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CARRE files final response in Lake Winds Energy Park case  

Credit:  Brian Mulherin - Daily News Staff Writer, Ludington Daily News, www.ludingtondailynews.com 9 February 2012 ~~

The Citizens’ Alliance for Responsible Renewable Energy filed response briefs to Mason County and Consumers Energy’s rebuttal briefs Wednesday. The briefs are the last legal documents requested by Mason County Circuit Court Judge Richard Cooper in the case. The timeline on when Cooper might rule is not known. CARRE is suing the Mason County Zoning Board of Appeals over what it says are improprieties in approving Consumers’ special land use permit for Lake Winds Energy Park wind turbines.

In responding to the county’s brief, CARRE attorney Karen Ferguson challenges the county’s assertion that wind turbines have a small footprint, noting that with the inclusion of a 400-meter “unsafe zone” found in a manual by wind turbine manufacturer Vestas, the actual footprint is closer to 71 acres, the combined footprint of the Meijer and Home Depot stores in Amber Township.

She states that wind turbines are not a farming use and the Lake Winds project is not a farm. She argues that turbines close to non-eased properties cause friction with other permitted uses.

The response also states the project is contrary to the comprehensive plan goals of minimizing conflict and encouraging farm practices that minimize noise and environmental risk.

“CARRE denies any careful analysis of comprehensive plan, competing goals or balancing was done by the planning commission,” the document states.

By ignoring the Vestas safety zone, which works out to 1,312 feet, CARRE says the comprehensive plan’s goal of limiting hazardous or disturbing uses was not met.

The response brief states that noise, flashing lights, flicker, a disruption of the natural character of the area, health issues and declining property values will result from the ZBA approving the planning commission’s approval of the permit.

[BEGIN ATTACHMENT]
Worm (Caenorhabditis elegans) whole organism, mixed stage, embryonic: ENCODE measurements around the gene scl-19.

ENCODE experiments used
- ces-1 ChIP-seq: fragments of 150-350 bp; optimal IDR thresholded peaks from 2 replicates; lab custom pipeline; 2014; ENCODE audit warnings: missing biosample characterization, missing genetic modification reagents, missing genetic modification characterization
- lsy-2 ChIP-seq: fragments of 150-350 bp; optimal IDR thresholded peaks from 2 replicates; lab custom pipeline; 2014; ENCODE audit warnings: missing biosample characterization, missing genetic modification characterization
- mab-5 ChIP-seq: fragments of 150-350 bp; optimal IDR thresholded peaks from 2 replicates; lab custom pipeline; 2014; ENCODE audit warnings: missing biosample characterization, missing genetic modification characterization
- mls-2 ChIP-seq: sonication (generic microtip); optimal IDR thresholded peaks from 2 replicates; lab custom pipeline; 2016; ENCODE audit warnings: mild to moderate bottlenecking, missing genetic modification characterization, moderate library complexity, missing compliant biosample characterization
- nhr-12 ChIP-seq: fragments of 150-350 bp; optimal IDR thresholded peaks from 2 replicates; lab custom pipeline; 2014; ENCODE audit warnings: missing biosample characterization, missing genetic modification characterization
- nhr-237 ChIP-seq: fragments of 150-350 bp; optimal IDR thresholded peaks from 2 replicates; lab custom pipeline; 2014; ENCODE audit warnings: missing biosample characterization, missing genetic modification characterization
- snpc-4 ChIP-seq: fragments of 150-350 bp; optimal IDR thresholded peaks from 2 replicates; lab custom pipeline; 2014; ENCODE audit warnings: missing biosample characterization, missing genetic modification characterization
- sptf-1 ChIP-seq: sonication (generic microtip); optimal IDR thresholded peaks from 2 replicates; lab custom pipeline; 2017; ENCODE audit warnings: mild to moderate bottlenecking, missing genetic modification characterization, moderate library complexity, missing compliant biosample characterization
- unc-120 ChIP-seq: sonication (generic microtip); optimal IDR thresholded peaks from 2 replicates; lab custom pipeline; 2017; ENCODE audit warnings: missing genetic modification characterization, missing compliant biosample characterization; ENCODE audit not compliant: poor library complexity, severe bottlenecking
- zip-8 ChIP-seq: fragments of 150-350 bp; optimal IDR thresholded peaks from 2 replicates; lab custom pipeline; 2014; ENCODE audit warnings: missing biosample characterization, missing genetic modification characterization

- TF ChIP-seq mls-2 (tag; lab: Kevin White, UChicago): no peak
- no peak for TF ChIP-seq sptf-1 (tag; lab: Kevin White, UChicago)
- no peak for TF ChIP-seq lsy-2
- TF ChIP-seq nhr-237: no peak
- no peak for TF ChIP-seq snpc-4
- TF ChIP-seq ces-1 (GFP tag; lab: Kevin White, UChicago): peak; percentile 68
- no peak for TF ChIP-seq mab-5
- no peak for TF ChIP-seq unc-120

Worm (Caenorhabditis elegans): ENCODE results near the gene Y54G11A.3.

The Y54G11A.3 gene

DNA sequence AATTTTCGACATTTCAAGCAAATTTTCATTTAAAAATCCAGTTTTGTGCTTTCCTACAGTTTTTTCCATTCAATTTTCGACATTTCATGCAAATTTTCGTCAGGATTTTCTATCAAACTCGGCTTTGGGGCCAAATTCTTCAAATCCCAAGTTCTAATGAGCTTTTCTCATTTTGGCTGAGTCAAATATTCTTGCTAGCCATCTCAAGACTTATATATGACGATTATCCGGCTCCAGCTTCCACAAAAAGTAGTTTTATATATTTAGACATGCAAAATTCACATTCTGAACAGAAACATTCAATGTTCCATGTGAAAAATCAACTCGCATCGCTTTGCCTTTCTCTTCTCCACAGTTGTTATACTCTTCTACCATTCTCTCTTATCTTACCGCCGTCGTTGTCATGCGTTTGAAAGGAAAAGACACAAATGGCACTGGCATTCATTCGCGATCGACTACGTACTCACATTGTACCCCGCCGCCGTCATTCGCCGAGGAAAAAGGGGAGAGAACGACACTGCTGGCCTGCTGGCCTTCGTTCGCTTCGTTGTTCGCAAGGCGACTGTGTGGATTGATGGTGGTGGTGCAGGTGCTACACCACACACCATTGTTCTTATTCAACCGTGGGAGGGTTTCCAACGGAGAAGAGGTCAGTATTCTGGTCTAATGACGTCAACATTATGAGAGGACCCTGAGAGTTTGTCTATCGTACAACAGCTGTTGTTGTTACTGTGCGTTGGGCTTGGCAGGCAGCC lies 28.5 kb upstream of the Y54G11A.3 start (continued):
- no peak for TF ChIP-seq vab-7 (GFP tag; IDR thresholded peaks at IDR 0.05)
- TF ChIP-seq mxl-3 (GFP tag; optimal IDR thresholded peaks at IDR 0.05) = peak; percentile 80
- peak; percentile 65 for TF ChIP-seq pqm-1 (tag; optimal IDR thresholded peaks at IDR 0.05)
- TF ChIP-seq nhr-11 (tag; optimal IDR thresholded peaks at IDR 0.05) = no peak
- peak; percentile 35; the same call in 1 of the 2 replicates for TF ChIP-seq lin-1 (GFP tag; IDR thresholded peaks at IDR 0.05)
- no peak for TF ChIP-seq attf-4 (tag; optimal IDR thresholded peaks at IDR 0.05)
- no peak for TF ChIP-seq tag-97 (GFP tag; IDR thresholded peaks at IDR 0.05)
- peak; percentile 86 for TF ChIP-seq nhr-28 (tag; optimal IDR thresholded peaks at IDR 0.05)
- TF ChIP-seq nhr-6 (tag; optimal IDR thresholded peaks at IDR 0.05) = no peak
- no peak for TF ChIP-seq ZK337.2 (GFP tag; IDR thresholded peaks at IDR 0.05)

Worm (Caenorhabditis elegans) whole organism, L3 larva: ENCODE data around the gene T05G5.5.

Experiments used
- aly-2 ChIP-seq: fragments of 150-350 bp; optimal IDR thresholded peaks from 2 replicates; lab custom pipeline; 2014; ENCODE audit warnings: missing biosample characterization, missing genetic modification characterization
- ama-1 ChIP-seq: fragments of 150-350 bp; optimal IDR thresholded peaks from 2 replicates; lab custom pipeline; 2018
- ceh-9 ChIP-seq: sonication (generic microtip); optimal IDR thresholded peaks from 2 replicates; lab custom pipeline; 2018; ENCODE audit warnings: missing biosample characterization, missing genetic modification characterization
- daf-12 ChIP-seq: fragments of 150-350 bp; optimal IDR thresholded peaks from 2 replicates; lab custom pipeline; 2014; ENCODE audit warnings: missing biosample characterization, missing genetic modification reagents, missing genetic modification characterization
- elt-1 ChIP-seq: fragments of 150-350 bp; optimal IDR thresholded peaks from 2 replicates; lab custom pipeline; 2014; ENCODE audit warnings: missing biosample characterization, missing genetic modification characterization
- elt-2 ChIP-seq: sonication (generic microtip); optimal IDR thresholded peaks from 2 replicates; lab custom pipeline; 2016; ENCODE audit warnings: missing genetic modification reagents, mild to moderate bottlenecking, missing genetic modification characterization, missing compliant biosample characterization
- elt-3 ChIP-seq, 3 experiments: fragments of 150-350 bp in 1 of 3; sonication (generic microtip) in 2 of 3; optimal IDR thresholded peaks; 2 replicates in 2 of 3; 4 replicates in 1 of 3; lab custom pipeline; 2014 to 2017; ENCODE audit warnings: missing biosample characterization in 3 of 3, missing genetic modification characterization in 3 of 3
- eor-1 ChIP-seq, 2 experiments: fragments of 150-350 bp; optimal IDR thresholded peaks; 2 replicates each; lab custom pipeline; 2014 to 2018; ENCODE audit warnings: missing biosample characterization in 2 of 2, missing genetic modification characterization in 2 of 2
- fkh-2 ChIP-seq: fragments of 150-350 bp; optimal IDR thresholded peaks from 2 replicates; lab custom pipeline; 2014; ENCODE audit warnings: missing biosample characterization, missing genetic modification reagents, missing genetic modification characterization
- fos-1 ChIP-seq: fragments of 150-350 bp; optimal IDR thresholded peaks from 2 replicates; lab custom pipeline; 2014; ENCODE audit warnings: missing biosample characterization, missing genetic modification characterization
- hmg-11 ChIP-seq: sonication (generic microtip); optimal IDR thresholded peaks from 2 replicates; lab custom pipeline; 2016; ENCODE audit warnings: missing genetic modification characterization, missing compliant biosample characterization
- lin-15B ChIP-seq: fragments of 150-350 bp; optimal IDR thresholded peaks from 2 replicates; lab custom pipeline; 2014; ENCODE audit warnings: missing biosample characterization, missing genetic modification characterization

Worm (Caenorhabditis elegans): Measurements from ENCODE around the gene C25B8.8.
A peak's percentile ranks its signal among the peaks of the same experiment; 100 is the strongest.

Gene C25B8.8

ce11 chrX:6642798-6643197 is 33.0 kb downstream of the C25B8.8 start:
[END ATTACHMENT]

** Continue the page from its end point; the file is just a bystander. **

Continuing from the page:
“Within one mile of industrial turbines, CARRE member’s quiet enjoyment of their lives will be disturbed on a daily basis with whumping noise, flashing lights and medical impacts,” the brief states.

Both the response to the county and the response to Consumers refer to diagrams of specific turbines in close proximity to gas lines and where turbine parts could conceivably fall and damage those lines, according to professional engineers John Kreinbrink and Doug Busch. CARRE argues that Ken Prior of Omimex, owner of sour gas lines, did not agree to any setback distance, making several of the turbine sitings inherently unsafe.

In responding to Consumers, Ferguson argues the “rush to approve this project in order for consumers to obtain government money has led to many material errors that put the public’s health, safety and welfare at risk.”

She argues that Consumers was in such a hurry to get tall-structure and Federal Aviation Administration approval that it just plain forgot about the gas lines in its planning.

Ferguson also argues that Consumers is wrong in stating that Cooper can’t overturn the ZBA.

“The court has substantial authority granted under the Michigan Zoning Enabling Act to modify or reverse ZBA decisions or remand to the ZBA for further proceedings and/or material evidence.”

The court can also affirm, reverse or modify the decision, she states.

She asks that the court remand the issue back to the ZBA with instructions to send it back to the planning commission to take additional material evidence concerning gas lines and the Vestas “unsafe zone” into account.

She maintains that the installation of wind turbines with a 1,312 safety radius constitutes a condemnation of property and because Consumers is a shareholder-owned company and not a publicly held utility she questions that the county can order such condemnation.

Source:  Brian Mulherin - Daily News Staff Writer, Ludington Daily News, www.ludingtondailynews.com 9 February 2012

This article is the work of the source indicated. Any opinions expressed in it are not necessarily those of National Wind Watch.

The copyright of this article resides with the author or publisher indicated. As part of its noncommercial effort to present the environmental, social, scientific, and economic issues of large-scale wind power development to a global audience seeking such information, National Wind Watch endeavors to observe “fair use” as provided for in section 107 of U.S. Copyright Law and similar “fair dealing” provisions of the copyright laws of other nations. Send requests to excerpt, general inquiries, and comments via e-mail.

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